An Iranian Muslim has directed a film about Jesus: Jesus, the Spirit of God.
Of course, this Jesus is just one of the many many Jesuses the world has concocted in an effort to circumvent the sin and sacrifice business, and because, well, everyone has to deal with Jesus eventually. So this Jesus is not the Son of God, he did not rise from the dead for our justification, but is merely the penultimate prophet. He did not even die on a Roman cross—something very few secular or non-Christian historians/scholars debate anymore (unless they’re woefully illiterate or just plain goofy).
But the film seems to have been made in a spirit of interreligious dialogue and not as a provocation. “I wanted to make a bridge between Christianity and Islam, to open the door for dialogue since there is much common ground between Islam and Christianity,” said filmmaker Nader Talebzadeh.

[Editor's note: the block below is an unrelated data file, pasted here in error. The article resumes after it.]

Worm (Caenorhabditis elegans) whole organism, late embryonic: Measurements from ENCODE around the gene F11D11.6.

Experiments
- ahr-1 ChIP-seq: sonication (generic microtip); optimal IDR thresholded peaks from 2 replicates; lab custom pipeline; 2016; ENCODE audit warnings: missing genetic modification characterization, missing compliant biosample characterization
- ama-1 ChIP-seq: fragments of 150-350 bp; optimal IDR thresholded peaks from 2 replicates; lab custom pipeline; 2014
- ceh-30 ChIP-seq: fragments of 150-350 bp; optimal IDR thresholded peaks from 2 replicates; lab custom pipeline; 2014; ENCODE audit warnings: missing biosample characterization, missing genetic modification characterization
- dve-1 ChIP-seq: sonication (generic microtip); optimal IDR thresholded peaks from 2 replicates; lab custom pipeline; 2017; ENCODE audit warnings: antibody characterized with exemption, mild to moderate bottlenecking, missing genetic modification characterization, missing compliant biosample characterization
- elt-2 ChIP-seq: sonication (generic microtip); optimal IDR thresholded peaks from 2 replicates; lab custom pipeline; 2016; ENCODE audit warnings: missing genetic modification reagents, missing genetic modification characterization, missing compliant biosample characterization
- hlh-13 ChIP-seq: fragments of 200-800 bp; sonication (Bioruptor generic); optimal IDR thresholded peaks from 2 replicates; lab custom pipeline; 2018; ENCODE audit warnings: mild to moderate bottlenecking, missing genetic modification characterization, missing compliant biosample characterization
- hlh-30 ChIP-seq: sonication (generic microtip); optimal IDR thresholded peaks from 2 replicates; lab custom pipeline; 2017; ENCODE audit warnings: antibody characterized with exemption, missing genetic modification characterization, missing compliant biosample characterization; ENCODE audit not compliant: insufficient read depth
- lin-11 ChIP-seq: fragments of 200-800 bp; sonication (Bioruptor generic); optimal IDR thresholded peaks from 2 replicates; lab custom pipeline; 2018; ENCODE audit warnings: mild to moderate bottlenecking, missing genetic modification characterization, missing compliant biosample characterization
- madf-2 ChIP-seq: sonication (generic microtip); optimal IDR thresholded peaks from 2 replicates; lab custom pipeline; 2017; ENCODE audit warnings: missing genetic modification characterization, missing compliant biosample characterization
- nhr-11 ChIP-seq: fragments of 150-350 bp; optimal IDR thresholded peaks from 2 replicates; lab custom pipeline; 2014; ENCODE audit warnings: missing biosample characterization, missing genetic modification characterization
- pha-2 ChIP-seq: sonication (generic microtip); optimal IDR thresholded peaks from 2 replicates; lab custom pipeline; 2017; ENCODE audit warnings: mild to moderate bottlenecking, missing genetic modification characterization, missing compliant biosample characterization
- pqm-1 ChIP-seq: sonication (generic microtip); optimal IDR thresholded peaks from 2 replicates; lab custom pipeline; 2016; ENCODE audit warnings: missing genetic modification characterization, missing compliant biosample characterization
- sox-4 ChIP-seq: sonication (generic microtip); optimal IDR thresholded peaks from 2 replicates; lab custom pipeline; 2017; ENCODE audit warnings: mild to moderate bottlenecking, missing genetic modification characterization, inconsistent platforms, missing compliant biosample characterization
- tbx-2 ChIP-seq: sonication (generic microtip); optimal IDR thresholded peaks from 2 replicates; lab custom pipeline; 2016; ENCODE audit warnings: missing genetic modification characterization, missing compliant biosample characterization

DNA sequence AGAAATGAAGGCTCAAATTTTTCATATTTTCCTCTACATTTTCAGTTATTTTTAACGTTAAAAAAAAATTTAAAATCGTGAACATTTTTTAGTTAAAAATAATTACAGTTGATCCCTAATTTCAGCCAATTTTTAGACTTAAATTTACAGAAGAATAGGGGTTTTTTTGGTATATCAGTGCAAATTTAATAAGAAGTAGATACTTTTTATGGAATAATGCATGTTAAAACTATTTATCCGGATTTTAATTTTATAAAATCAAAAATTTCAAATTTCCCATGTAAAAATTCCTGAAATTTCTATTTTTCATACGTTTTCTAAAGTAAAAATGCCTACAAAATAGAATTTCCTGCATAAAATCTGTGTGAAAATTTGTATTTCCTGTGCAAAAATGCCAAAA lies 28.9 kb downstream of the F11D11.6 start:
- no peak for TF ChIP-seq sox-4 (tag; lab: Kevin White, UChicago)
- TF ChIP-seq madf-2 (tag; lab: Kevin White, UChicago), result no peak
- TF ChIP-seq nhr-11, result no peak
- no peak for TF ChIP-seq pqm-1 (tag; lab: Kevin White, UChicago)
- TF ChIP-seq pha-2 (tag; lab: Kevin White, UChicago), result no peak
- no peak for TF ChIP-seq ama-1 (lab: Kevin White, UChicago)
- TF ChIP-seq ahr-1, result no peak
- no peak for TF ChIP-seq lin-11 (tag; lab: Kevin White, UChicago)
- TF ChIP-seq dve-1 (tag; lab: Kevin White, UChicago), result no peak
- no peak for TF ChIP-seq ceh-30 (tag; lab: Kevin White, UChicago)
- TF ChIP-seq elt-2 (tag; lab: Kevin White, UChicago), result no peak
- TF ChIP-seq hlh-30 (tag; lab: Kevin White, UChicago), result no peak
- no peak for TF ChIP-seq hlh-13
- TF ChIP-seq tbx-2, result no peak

But will Muslims be willing to engage in serious “dialogue”—one that risks the possibility of conversion to the Christian point of view? In other words, how open are Muslims to having their “the Jewish and Christian Scriptures were corrupted” apologetic falsified? Will they examine manuscript lineage and how accurately scribes transmitted biblical texts (for example, the Isaiah Dead Sea scroll)? Will they read and credit ancient writers’ references to New Testament texts that predate the oldest manuscripts we have, thereby reinforcing our confidence that the Bible we read today reliably reflects the original autographs?
In which case, are Muslim dialogue partners then willing to examine the New Testament texts in light of their proximity to the actual events and reliance on eyewitnesses and community-controlled oral histories—making the crucifixion of Jesus one of the most “provable” events in history, one that does not require an act of faith on anyone’s part?
In short, I see “dialogue,” but I hear “monologue.”
By way of Herr Veith at Cranach.